U.S. to Achieve Net Energy Exporter Status Two Years Earlier Than Expected: EIA

Less than a year after predicting the United States would become a net energy exporter by 2022, the Energy Information Administration issued a new forecast this week: Thanks to record-shattering oil and natural gas production, the United States will actually achieve this status by next year.

EIA’s Annual Energy Outlook (AEO) found the United States will reverse its status as a net energy importer for the first time since 1953, based on every scenario the agency considered. From the AEO:

“The United States becomes a net energy exporter in 2020 and remains so throughout the projection period as a result of large increases in crude oil, natural gas, and natural gas plant liquids (NGPL) production coupled with slow growth in U.S. energy consumption.”

In addition, EIA predicts that despite a substantial increase in electricity generation, the use of natural gas and renewable sources will help emissions from that sector remain relatively flat.

Oil and Natural Gas Liquids Production

Led by growth in shale production, especially in Texas’ and New Mexico’s Permian Basin, EIA predicts:

“U.S. crude oil production continues to set annual records through 2027 and remains greater than 14.0 million barrels per day (b/d) through 2040.”

For perspective, crude oil production was 11.9 million b/d as of January 11, according to EIA. The forecast calls for a more than 17 percent increase in production over the next 8 years, which follows 112.5 percent production growth since January 2011.

In fact, a new report from research firm Rystad Energy predicts U.S. oil and hydrocarbon liquids production will surpass that of Saudi Arabia and Russia combined by 2025.

EIA forecasts that natural gas production liquids (NGPLs) will comprise one-third of total liquids growth, and alongside natural gas, will have the highest production growth of all fossil fuels through 2050.

According to the report:

“The continued development of tight oil and shale gas resources supports growth in natural gas plant liquids (NGPL) production, which reaches 6.0 million b/d by 2029 in the Reference case.”

Natural Gas Production

Natural gas is poised to  have the largest increase in production of all fossil fuels through 2050. From the report:

“Natural gas production in the reference case grows 7% per year from 2018 to 2020, which is more than the 4% per year average growth rate from 2005 to 2015.”

The Marcellus and Utica Shales in the East will continue to drive this production growth, along with strong contributions from the Eagle Ford and Haynesville plays in the Gulf Coast, according to EIA.

Natural gas produced from tight oil formations will also increase according to EIA’s projections:

“Growth in drilling in the Southwest region, particularly in the Wolfcamp formation in the Permian basin, is the main driver for natural gas production growth from tight oil formations.”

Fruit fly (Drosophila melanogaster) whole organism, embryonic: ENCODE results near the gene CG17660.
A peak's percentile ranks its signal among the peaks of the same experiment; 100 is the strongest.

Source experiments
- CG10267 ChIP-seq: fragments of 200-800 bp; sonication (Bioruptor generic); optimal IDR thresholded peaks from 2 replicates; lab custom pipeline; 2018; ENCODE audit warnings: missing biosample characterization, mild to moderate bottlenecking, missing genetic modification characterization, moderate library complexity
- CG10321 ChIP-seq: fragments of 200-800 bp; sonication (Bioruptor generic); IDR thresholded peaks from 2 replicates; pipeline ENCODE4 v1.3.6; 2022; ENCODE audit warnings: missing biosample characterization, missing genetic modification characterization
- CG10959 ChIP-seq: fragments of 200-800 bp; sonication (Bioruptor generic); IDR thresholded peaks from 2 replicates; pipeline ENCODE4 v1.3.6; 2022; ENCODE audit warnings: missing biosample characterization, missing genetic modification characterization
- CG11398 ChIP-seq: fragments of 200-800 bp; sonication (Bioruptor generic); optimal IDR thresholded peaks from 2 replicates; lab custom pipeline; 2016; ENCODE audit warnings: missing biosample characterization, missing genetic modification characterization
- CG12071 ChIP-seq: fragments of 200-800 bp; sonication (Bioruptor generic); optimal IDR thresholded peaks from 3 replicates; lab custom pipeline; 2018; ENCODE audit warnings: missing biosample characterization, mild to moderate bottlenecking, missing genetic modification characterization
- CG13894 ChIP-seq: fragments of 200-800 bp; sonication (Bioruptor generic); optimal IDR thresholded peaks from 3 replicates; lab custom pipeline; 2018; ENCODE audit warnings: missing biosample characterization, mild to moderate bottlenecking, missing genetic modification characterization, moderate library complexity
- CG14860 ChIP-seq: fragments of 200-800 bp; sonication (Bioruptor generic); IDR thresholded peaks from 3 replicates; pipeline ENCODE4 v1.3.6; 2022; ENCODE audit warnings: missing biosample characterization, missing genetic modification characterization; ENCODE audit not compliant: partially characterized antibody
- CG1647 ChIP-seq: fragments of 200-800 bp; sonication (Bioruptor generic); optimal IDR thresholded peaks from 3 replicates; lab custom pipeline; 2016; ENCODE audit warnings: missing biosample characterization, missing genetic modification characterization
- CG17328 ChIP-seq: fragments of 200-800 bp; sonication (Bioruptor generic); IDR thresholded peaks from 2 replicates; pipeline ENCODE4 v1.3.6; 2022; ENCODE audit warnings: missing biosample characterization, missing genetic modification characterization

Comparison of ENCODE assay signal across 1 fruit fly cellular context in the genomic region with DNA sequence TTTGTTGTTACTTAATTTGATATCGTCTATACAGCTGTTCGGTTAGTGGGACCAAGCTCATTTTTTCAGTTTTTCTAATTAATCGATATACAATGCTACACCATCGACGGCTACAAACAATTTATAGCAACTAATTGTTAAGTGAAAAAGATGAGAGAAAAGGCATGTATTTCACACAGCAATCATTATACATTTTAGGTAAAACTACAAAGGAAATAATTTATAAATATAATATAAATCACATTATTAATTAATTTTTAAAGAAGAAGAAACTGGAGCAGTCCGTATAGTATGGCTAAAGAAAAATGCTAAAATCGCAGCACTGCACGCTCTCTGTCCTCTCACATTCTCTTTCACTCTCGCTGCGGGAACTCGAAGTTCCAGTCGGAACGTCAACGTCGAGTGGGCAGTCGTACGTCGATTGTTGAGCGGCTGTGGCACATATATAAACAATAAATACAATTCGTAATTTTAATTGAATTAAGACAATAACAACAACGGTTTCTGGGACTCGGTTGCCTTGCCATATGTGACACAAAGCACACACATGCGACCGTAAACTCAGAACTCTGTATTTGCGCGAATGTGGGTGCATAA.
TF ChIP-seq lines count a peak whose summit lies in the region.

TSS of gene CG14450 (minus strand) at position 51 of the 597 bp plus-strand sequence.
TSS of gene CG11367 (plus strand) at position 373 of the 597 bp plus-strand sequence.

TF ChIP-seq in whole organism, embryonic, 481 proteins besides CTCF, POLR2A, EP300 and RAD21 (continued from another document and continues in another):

Natural gas consumption will be led by the industrial sector, which “becomes the largest consumer of natural gas starting in the early 2020s. This sector will expand the use of natural gas as feedstock in the chemical industries and as lease and plant fuel, for industrial heat and power, and for liquefied natural gas production.” Additionally:

“U.S. natural gas exports to Mexico and U.S. liquefied natural gas exports from Gulf Coast facilities also rise. As a result, the Gulf Coast will become the fastest-growing demand market in the United States.” (emphasis added)

After 2020, the growth of production will outpace that of consumption in most scenarios, the AEO found. This will lead “to a corresponding growth in U.S. exports of natural gas to global markets.”

Additionally, low natural gas prices will also lead to a growth in liquefied natural gas (LNG) exports:

“Three LNG export facilities were operational in the Lower 48 states by the end of 2018. After all LNG export facilities and expansions currently under construction are completed by 2022, LNG export capacity increases further as a result of growing Asian demand and U.S. natural gas prices remaining competitive.”

Low natural gas prices will also help drive “a notable shift” in electricity generation fuel sources, according to the AEO:

“The share of natural gas generation rises from 34% in 2018 to 39% in 2050, and the share of renewable generation increases from 18% to 31%.”

Notably, EIA explains, “the level of emissions remains relatively unchanged in the Reference case from 2018 to 2050, despite a 30% increase in generation during the projection period.”


The 2019 Annual Energy Outlook forecasts the strengthening of U.S. energy security, as record oil and natural gas production continues to reduce American dependence on foreign energy. This abundance of U.S. energy will not only provide domestic benefits, but will enable the United States to have an important role in improving the world’s access to energy and decreasing global emissions. And we’re poised to do it more quickly than previously imagined.

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